Catherine Loyd argues the Labour Party’s abolish Eton campaign against private education is misguided radicalism that won’t address genuine issue.
A class ceiling? Labour’s annual Party conference, held recently at The Brighton Centre, thrust our flawed education system to the precipice of political commentary by putting forward a contentious motion to abolish UK private schools. With delegates voting in favour of including said motion in the next party manifesto, Labour has pledged a withdrawal of private school’s charitable status alongside their tax privileges i.e. their permitted business rate exemption.
Labour’s intention is to dismantle entrenched privilege that they see is propagated by an old-boys network and a pipeline to the most prestigious universities that these private institutions foster. Tensions are at fever-pitch as after eight years of austerity, led by a disproportionately privileged, privately-educated parliament, a social disparity is glaring. This vote is a reaction to a plutocratic society that serves the elite and sidelines the disadvantaged. Critics may class this motion as envy politics; they fail to see the stark inequalities, the floundering underfunded state-schools, the crowdfunding for classroom essentials, the 300 per cent more spent on a privately educated students and the blatant private-school exploitation of tax loopholes.
It seems to be a misdirection of effort, exhausting political willpower in legal warfare when really collaboration should be initiated between state and private schools
Labour calls for greater social mobility by instating public ownership, seizing the assets of these private institutions to make them property of the state. The private-school acceptance from UK universities would be capped at seven per cent, in line with the current percentage of the UK population that attend private schools, which raises concerns of whether a quota would breach a university’s right to hold academic independence. My quandary is: at what point does Labour’s motion of social justice impinge on our right for free choice in education? Labour’s proposed plans are host to a litany of legal ramifications: parents have the right to choose the education they want their child to have, the right to property is protected and if assets are seized, then should all forms of non-state education i.e. private tutors, universities have their assets seized?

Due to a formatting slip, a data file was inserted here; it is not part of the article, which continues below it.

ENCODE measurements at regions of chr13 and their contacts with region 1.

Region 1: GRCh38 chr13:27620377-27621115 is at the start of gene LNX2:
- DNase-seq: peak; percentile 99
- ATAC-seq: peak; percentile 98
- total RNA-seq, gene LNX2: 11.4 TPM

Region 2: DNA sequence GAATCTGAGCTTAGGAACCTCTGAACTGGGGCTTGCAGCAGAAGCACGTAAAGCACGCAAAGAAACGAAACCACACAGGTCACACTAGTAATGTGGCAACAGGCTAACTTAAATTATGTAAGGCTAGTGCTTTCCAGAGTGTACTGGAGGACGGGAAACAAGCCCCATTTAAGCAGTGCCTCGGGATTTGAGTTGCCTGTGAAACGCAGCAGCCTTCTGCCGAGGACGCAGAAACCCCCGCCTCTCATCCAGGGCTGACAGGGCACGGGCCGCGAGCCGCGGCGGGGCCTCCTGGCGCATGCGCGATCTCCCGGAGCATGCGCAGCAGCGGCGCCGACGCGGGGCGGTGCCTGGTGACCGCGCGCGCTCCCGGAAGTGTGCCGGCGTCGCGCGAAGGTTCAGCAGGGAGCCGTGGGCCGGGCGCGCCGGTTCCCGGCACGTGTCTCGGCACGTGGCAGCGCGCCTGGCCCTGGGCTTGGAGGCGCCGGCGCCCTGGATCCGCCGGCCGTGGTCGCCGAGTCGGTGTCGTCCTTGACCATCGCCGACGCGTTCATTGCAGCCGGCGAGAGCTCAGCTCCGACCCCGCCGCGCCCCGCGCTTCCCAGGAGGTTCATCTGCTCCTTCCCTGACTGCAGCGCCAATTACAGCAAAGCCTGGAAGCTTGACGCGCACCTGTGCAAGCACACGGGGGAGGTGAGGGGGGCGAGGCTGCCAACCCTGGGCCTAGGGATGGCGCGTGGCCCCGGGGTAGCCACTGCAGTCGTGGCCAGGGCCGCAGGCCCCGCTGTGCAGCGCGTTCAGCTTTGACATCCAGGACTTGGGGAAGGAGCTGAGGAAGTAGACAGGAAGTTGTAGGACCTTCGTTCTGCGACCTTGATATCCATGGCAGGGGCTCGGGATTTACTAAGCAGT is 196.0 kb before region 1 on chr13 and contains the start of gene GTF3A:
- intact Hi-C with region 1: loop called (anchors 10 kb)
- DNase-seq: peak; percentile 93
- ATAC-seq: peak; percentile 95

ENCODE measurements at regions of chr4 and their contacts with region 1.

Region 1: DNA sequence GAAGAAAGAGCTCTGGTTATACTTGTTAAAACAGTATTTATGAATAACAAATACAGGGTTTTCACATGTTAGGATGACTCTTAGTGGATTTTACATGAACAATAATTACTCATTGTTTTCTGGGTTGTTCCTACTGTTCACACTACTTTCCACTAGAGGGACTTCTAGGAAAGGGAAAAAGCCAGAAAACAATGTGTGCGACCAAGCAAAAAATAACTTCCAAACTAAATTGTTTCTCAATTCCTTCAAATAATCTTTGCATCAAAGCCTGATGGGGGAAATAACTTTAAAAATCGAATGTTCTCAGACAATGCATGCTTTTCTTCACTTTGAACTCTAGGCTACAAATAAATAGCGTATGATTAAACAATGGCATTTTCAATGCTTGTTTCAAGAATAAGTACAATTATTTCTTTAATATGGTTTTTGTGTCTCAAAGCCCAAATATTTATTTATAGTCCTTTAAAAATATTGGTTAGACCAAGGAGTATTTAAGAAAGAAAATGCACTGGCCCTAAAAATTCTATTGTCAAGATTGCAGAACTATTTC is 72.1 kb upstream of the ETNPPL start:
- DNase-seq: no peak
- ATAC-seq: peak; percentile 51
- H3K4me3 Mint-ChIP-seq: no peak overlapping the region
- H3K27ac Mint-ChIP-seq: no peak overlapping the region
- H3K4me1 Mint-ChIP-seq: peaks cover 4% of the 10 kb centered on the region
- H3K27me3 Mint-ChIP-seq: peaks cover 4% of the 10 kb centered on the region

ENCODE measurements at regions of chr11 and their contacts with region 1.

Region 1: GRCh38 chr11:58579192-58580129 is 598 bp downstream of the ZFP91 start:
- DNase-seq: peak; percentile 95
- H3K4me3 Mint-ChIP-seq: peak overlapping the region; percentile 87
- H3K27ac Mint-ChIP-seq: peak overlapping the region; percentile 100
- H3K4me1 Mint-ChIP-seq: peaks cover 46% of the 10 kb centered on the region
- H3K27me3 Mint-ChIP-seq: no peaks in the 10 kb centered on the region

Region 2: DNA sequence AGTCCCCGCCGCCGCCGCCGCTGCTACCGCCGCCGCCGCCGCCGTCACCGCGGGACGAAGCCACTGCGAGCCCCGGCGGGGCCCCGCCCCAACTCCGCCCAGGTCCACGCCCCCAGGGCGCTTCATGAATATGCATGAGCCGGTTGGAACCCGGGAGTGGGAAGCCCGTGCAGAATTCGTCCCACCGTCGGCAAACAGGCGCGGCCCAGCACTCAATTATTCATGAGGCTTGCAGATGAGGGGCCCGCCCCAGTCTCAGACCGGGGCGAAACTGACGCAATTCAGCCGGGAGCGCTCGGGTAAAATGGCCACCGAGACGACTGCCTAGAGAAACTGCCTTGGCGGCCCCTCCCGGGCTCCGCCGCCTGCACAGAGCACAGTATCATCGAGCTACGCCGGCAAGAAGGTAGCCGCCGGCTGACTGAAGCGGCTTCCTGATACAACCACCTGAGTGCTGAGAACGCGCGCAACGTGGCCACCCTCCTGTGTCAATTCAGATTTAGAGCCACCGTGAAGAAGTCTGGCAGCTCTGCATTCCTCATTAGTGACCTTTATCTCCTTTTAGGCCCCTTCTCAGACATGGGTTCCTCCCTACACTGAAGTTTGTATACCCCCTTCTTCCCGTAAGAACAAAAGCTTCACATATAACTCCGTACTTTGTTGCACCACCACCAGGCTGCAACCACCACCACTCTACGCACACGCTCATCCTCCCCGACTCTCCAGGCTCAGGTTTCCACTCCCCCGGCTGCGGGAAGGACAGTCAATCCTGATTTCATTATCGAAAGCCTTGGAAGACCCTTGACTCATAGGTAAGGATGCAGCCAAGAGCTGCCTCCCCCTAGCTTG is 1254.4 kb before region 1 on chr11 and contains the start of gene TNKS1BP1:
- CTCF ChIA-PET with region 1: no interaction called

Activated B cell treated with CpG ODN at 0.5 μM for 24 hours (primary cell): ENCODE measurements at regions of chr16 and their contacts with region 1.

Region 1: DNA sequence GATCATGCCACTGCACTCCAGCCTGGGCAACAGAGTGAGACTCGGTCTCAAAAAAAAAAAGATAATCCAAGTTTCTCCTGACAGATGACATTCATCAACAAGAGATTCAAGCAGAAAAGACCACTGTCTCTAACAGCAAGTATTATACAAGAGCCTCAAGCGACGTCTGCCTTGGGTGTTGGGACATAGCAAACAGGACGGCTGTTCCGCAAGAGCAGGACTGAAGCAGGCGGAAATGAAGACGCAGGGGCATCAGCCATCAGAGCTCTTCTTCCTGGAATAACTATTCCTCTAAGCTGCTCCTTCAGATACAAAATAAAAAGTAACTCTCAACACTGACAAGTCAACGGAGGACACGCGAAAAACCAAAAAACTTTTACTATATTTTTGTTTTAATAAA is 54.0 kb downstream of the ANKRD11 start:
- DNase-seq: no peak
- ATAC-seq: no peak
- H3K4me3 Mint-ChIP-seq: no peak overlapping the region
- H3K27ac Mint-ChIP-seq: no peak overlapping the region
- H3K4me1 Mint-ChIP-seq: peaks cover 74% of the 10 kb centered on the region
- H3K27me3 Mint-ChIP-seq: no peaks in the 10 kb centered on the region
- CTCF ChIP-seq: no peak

Their motion is too obscure, with proposed policy ranging from just heavy taxation to unequivocal abolition. A proposed abolition could contravene human rights legislation and heavy taxation doesn’t address our divisive, segregated system. Ironically, if this battle was ever fought in the courtroom, the two-thirds of senior judges who are privately educated would undoubtedly condemn Labour’s policy. It seems to be a misdirection of effort, exhausting political willpower in legal warfare when really collaboration should be initiated between state and private schools. Angela Rayner’s plans to integrate private school students into the state sector are unworkable as, if this motion was an actuality, 600,000 pupils would be entering a strained state system, alongside an added cost of £3.6bn. With an impending election, abolishing private schools seems to be a resoundingly unpopular policy for the labour party with 50 percent opposed. Its radical rhetoric cultivates a divisiveness, but at heart, the motion does align with the masses rather than the elite few. Labour MPs have pacified resistance by stating that it “isn’t about seizing property, it’s about access to services and facilities”.
The Conservatives will wield this motion against Labour as an example of Labour’s disillusion and ‘far-left’ radicalism, with the policy already being referred to as ‘dogma’. Conversely, Labour’s policy will take advantage of public contempt for systemic, generational inequality that advances a private school student’s prospects. A student who is privy to a network of alumni, alumni who recruit in their own image and fast-track those to spaces of authority. The cycle continues as those in the “club” will never sanction reform that would in turn uproot them. Academising private schools will only relocate the issue; the culture will still be rampant. Inequality is the greatest barrier to mobility, but Labour’s motion has sold the masses a naive image that privilege can be eradicated, when in reality it can only ever be mitigated.